Okay, so this is technically part two of my ‘ethical Pakistani wedding season’ post. To accompany my deluge about having a mindful matrimonial, these are my ideas about how to upcycle desi clothes. Personally, I have been quite accustomed to upcycling. I’ve grown up wearing shirts made out of old dupattas and the like. Thus, I want to assure you guys that traditional Pakistani clothes lend themselves surprisingly well to upcycling.
Upcycle: The Buzzword With A Backstory
So, why is upcycling an ethical fashion favourite?
In a nutshell, when you upcycle a garment, you turn it into something new. The idea is to create something valuable using something that you already own. This has two positive outcomes. Firstly, upcycling something you own, rather than tossing it out, keeps clothes out of landfill sites. Globally, ‘disposable’ fashion has been a major contributor with respect to landfill sites. And in the context of Pakistan, landfill sites are a growing concern especially for urban centres like Karachi. Secondly, opting to restyle or upcycle pre-existing pieces is a great way to shop less. And personally, I think that buying less, and doing more with what you own is intrinsic to ethical consumption.
The Dilemma Of Traditional Pakistani Clothes
Like I mentioned, I’ve been upcycling clothes pretty regularly all my life. In fact, I’d argue that most Pakistani households could claim the same. The problem is that with the advent of ‘more is more’ trends, these practices have been dying down. According to Noorjehan Bilgrami, who started Koel, this is down to the influx of western trends. Not just as it pertains to the style of clothing, but also in terms of production practices.
And so, we’ve seen a move away from quality pieces, and towards more flimsy fashions which disintegrate more easily. The wedding season madness is a great example of this. It has become too common for Pakistani customers to purchase clothes that they don’t plan to repeat. This doesn’t mean that there are no exceptions to the norm. Having spoken to many Pakistani designers, I’ve learned that they often upcycle garments for their clients.
But of course, most of us cannot afford the services of a high-end designer (speaking from experiences). What we can do, however, is work with what we have. With that said, here are my ideas for how you can upcycle your pre-loved traditional Pakistani clothes.
But First… A Note About Tailoring
Like I mentioned in my wedding season post, many of us may already have a family tailor. That is, someone who has been working with various members of our family for generations. Despite the ‘fast fashion’ influx, tailoring continues to be commonplace in Pakistan. So, if you can, I’d encourage you to support tailors that you already know.
Or, if you’re looking for someone to tailor clothes for you, please look at Andaaz Tailor. It’s a really interesting collective, which gives a percentage of its revenue to the women who tailor for them.
1, Turn A Lehenga And Blouse Suit Into A Peshwas
This will change significantly based on what you start with. But, if you have an old lehanga and blouse outfit, you could restructure it into a peshwas.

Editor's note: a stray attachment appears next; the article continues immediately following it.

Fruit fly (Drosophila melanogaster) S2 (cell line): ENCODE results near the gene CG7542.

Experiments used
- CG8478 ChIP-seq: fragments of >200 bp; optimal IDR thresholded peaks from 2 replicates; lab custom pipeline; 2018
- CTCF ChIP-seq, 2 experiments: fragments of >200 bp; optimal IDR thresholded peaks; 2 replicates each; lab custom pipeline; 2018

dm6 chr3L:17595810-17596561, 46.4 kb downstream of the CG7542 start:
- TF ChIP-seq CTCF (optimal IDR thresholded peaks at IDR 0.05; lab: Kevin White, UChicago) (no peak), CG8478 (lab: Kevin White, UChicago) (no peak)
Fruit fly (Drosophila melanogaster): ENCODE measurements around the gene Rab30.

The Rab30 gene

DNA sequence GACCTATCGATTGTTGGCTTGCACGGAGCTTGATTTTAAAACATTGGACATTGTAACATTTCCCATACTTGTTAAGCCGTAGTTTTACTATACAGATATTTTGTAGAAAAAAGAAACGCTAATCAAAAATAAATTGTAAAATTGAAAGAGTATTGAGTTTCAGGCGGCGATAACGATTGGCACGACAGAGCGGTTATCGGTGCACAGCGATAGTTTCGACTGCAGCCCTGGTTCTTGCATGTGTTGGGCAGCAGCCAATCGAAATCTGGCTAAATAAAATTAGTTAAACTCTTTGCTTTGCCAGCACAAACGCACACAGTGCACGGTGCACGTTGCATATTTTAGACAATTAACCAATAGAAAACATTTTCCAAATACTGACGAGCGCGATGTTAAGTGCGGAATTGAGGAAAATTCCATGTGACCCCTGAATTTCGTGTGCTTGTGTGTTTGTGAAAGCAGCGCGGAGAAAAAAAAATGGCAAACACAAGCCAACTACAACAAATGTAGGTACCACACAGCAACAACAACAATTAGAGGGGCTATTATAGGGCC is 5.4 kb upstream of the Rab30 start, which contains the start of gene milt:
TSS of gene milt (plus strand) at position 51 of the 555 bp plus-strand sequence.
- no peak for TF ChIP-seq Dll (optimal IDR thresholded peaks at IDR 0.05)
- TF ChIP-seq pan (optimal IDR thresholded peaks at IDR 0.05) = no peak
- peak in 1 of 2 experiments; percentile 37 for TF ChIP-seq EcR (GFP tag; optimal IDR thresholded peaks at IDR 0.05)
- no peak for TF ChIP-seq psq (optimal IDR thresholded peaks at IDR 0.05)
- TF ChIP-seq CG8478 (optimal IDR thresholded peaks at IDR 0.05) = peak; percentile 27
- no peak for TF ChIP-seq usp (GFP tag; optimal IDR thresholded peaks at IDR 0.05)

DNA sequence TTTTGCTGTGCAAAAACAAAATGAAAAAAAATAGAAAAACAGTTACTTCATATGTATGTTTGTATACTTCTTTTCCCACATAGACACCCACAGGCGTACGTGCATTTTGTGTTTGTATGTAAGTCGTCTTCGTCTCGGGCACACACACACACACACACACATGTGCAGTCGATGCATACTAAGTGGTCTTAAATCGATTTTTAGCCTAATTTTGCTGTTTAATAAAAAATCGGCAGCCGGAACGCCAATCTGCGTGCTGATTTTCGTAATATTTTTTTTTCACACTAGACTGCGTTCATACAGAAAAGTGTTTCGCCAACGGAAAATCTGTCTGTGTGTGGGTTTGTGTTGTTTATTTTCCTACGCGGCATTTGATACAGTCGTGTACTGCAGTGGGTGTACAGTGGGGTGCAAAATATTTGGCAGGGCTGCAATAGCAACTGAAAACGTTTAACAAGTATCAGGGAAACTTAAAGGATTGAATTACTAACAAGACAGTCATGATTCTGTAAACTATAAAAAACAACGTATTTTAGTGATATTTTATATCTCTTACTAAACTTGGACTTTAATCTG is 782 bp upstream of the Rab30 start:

This admittedly iconic silhouette goes in and out of style. But, by virtue of its timeless quality, it never really seems dated.
2, Turn A Lehenga Into Trousers
Gorgeous jamawar trousers can dress up any outfit. So, if you have an ornate lehenga, why not just turn that into a trouser? Plus, there are so many trouser styles. So you can pick which one works best for the garment you have.
3, Turn Printed Fabric Into A Waistcoat
So, the most obvious candidate for this is the ajrak; as we’ve seen many brands already dabble in such styles. But, really, any unstitched fabric (or old dupatta for that matter) can be restyled into a waistcoat.
4, Use An Embroidered Outfit To Create Clutches
If you have old party outfits that no longer pass muster, upcycle them! Use embellished material to amplify existing wallets or envelope clutches. Or, if you’re really adventurous then create a box clutch using fabric. If you have a trusted family tailor then you could also ask them to do this for you.
Alternatively, you could turn this into a DIY project (personally, I’d never be so brave). Here’s a video that could help you!
5, Restyle Ornate Dupattas
Never, ever, ever get rid of striking dupattas! Paired with neutral toned, all white or all black outfits, embellished dupattas will always help you stand out.
6, Repurpose Jewellery Into Brooches
My mom actually did this with old costume jewellery of mine. It’s a simple way to utilise something that might be broken, or losing its lustre.
7, Stitch Printed Fabric Onto A Plain Pallu
Another one inspired by my mother. If you have small pieces of printed fabric, consider stitching it onto the pallu of a saree. Just make sure that the base colour of the fabric and pallu match. Also, here’s a tip; use sequins to cover up the stitches and give it a finished look.
8, Treat An Outfit As Separates
Just because one piece of an entire outfit is no longer wearable, doesn’t mean that you have to throw it all out. You can always mix and match pieces with other outfits. A plain shalwar with an ornate suit makes it less festive. Conversely, a more striking shalwar with a plain kameez dresses it up.
And Finally…What To Do When You Can’t Upcycle Something
If you have clothes that you will not be using, and cannot upcycle, donating is always an option. Please look at Akhuwat Clothes Bank for your donations. They distribute clothes to those in need, and their operations employ members of the trans community. A very necessary initiative which I hope we can all support.